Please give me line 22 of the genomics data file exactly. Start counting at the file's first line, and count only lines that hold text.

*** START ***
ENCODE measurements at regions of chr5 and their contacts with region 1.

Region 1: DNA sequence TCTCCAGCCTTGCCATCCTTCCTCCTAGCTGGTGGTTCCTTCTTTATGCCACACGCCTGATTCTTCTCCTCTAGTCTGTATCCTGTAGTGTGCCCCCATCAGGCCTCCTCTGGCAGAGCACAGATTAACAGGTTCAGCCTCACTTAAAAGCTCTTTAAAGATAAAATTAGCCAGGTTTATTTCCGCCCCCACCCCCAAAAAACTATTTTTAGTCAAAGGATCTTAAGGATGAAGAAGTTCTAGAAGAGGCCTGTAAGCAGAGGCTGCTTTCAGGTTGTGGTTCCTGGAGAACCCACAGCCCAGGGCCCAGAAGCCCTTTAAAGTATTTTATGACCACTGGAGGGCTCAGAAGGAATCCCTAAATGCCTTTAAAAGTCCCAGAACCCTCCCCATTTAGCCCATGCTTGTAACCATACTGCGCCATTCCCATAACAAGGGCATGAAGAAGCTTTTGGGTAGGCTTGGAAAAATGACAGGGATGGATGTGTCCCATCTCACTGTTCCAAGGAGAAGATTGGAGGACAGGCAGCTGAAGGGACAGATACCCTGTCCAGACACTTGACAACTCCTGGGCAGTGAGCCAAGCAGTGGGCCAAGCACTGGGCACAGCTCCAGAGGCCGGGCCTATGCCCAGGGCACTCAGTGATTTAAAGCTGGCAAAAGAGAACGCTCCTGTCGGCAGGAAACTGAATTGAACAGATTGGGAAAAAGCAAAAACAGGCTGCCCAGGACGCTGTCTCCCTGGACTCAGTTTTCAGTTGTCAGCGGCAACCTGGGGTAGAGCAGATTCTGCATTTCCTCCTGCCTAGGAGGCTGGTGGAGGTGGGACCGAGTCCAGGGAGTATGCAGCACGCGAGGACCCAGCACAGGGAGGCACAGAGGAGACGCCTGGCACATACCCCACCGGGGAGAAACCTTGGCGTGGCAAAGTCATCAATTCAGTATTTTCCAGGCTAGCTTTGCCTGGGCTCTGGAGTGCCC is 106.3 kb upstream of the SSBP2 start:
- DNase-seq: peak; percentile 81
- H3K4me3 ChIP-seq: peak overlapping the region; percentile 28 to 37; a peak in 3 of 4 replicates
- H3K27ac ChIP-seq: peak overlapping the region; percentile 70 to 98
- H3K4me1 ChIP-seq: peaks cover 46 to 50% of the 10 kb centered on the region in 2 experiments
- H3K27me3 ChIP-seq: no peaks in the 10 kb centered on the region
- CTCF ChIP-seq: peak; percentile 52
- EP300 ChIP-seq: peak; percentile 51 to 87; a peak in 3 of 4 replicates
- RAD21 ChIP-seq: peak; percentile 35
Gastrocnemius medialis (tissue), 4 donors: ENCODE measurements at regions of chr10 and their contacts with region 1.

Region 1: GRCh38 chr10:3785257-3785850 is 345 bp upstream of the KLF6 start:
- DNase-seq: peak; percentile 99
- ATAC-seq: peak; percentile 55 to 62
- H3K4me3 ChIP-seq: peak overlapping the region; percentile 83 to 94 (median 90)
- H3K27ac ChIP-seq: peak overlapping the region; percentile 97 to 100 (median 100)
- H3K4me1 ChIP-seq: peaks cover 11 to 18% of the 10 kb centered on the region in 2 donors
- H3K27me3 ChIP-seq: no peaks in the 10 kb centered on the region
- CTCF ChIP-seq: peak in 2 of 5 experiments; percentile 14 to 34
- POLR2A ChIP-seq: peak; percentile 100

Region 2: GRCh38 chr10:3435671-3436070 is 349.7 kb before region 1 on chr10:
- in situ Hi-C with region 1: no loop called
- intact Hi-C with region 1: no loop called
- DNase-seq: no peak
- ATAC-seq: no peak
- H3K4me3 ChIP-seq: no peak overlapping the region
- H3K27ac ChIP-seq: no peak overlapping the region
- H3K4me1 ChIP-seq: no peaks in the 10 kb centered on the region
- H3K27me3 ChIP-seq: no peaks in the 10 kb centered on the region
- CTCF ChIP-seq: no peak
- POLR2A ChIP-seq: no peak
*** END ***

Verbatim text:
- in situ Hi-C with region 1: no loop called